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Lightning Round (week of 7/14-7/20)

July 14, 2013

lunarcy-theatrical-posterLunarcy! (2013)

Director: Simon Ennis

Starring: n/a

Runtime: 80 minutes

Views: 1st Viewing

Lunarcy! is a 2013 documentary directed first-time documentary filmmaker, Simon Ennis.  The film focuses on a group of mostly-misfits who have one common interest: The moon.  These incredibly interesting characters are spellbound by our moon, and are dedicated to the habitation, mapping, and selling property on the moon.  The documentary is very light in tone, which helps make Lunarcy! a very interesting and fun, if not entirely important or relevant, documentary.  It is one that goes by incredibly fast, running just 80 minutes.  The subjects in the film alone are more than enough reason to see the film.  I recommend it to doc fans looking for something light and fluffy to settle down with for just over an hour.  7.5/10.

Cottage Country (2013)cottage-country

Director: Peter Wellington

Writer: Jeremy Boxen

Starring: Tyler Labine, Malin Akerman, Dan Petronijevic, Lucy Punch

Runtime: 90 minutes

Views: 1st Viewing

After seeing 2011’s Tucker and Dale vs. Evil, Tyler Labine had been cemented as a comedic force to be reckoned with.  Cottage Country is a sort of spiritual successor to the film, and hits most of that same notes that made Tucker and Dale such an enjoyable experience.  The film stars Labine and Malin Akerman as a couple looking to get away for a week, so they go to cottage in the woods in order to escape from their lives for a short time.  While there, Todd (Labine) plans to propose to his long-time girlfriend Cammie (Akerman).  Unfortunately for the two, their idyllic week at the cottage doesn’t exactly as planned.  The film is filled with hilarious dialogue, as well as many moments of above-average physical comedy (mostly from Labine).  It may not be as memorable as Tucker and Dale was, but it’ll be more than enough to tide me over until another Tucker and Dale-esque masterpiece.  Cottage Country is a blast from start to finish and a film I highly recommend, if only for the sheer entertainment value is possesses.  8/10.


July 15, 2013

urlDr. Terror’s House of Horrors (1965)

Director: Freddie Francis

Writer: Milton Subotsky

Starring: Christopher Lee, Peter Cushing, Roy Castle, Bernard Lee, Donald Sutherland

Runtime: 98 minutes

Views: 1st Viewing

Dr. Terror’s House of Horrors is my first experience with Britain’s Amicus Horror production company, known mostly for their Hammer-esque films, and their many anthology horror features.  The film is told through five different stories, as well as a main segment that sets up our short horror anthology segments.  In the main segment, Doctor Schreck (played by Peter Cushing) reveals through the use of Tarot cards the futures of five men aboard a train late one night.  One man is terrorized by a werewolf while altering his former home, one by a creeping vine, Christopher Lee by his own severed hand, and more.  Most of the five segments are very fun and fast-paced, with the exception of the third (the voodoo segment), which slows down the film slightly.  Overall, Dr. Horror was a very fun experience, and one that has me very excited to further explore the world of Amicus Horror.  Recommended to horror fans, who will definitely get a kick out of seeing Lee, Cushing, and Donald Sutherlund all together on-screen.  7/10.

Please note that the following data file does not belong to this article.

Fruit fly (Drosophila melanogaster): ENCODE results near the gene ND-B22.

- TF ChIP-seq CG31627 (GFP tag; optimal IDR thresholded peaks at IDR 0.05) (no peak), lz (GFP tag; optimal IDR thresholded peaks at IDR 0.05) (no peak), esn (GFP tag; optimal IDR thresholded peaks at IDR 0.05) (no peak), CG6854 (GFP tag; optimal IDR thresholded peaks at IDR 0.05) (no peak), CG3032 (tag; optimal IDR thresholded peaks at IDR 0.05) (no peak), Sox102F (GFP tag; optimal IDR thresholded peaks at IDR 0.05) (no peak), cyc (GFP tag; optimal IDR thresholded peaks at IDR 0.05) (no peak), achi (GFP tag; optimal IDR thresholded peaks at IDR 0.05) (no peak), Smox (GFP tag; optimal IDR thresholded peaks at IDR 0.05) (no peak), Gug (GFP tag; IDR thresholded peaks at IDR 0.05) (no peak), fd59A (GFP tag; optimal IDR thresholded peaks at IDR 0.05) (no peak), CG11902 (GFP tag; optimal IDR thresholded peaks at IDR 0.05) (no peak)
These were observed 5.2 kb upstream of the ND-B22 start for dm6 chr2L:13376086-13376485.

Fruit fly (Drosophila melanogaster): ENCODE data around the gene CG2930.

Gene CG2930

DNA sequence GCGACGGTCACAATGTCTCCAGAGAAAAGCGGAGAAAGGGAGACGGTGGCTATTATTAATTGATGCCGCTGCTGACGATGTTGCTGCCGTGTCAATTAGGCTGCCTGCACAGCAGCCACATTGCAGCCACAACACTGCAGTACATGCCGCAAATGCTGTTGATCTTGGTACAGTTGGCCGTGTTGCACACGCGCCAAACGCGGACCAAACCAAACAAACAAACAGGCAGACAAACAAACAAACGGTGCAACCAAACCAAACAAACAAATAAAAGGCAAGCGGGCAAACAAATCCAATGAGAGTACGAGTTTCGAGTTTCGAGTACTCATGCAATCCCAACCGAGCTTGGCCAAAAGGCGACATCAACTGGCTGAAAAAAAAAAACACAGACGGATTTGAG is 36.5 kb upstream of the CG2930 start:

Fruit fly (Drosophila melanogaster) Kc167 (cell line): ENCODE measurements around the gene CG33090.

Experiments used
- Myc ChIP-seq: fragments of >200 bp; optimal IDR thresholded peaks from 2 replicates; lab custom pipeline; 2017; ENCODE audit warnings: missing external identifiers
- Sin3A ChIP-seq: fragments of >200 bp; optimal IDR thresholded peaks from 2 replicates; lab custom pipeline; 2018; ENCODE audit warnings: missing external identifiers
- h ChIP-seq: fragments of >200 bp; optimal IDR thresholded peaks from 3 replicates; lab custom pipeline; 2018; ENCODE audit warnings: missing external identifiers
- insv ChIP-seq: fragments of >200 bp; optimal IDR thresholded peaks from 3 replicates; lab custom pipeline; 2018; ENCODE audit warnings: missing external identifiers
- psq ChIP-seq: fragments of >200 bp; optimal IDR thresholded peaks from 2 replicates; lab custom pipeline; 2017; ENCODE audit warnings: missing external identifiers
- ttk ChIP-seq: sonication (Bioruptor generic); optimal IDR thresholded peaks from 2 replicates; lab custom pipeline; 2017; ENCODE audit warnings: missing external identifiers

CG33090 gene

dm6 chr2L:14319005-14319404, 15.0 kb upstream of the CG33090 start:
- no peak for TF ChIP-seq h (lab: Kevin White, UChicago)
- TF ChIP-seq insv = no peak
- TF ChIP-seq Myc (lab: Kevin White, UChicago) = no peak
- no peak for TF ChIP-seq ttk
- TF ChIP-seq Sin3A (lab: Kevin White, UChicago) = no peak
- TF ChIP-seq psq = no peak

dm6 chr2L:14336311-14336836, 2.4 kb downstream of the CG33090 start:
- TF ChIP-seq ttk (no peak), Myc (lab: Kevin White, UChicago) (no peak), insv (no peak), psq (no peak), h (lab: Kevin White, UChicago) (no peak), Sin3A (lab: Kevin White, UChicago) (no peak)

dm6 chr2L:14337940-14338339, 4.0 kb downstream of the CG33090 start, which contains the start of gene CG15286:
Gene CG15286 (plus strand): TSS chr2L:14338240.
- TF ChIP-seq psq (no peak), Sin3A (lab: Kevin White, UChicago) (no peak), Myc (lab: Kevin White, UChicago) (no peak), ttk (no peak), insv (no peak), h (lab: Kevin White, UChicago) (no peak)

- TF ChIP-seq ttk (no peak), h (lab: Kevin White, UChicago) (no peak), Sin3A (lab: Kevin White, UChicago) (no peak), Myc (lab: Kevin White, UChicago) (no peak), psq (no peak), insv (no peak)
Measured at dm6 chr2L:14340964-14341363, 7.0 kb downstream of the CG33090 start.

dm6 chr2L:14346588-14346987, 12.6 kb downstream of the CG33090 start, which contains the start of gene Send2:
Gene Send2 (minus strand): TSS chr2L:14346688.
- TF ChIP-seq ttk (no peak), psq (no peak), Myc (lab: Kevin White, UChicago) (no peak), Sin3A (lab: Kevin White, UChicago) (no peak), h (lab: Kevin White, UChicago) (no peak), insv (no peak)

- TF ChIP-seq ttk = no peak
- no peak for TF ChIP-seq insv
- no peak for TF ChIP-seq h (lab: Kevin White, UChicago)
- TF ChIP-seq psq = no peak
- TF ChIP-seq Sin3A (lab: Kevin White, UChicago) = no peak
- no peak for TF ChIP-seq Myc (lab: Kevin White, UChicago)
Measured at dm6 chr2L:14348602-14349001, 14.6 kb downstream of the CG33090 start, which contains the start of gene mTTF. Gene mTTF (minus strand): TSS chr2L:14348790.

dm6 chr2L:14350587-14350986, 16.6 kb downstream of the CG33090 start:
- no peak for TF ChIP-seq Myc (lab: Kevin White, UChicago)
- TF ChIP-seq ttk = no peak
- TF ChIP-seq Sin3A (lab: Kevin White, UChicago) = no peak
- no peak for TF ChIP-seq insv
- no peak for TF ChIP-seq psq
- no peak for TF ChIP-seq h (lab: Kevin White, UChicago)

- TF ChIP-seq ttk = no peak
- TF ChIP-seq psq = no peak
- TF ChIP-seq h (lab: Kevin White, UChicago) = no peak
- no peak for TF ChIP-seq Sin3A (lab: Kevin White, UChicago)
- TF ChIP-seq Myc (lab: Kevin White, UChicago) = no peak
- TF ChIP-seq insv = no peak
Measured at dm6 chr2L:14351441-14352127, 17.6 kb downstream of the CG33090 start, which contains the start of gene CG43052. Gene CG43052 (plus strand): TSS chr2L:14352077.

Watchmen (Director’s Cut) (2008)0600005030QAr1.qxd:0600005030QAr1

Director: Zack Snyder

Writer: David Hayter, Alex Tse

Starring: Malin Akerman, Jackie Earle Haley, Patrick Wilson, Billy Crudup, Matthew Goode

Runtime: 186 minutes

Views: 2nd Viewing (1st for Director’s Cut)

What on earth could have possibly kept me from revisiting Watchmen for nearly five years?  I first saw it during its initial theatrical run, and even though I enjoyed the film, it didn’t seem to be an entirely memorable or special film for any reason.  Boy, was I wrong on that front.  Snyder’s director’s cut for Watchmen is easily one of the best superhero films I’ve ever seen, managing to be dark, satirical, grounded, over-the-top, and stylish all at the exact same time.  This is without a doubt Snyder’s greatest achievement to date, and shows exactly why production companies would choose him for films like Man of Steel.  Patrick Wilson, Malin Akerman, Jackie Earle Haley, and the rest of the principal cast do an incredible job at portraying the Watchmen, specifically Haley, who gives one of the most memorable performances of the 2000’s as Rorschach.  The music, the direction, the acting, and the amazing cinematography make Watchmen one of the most unique and misunderstood films of the decade, and one I can’t wait to revisit as soon as I possibly can.  9/10 (leaning towards 9.5).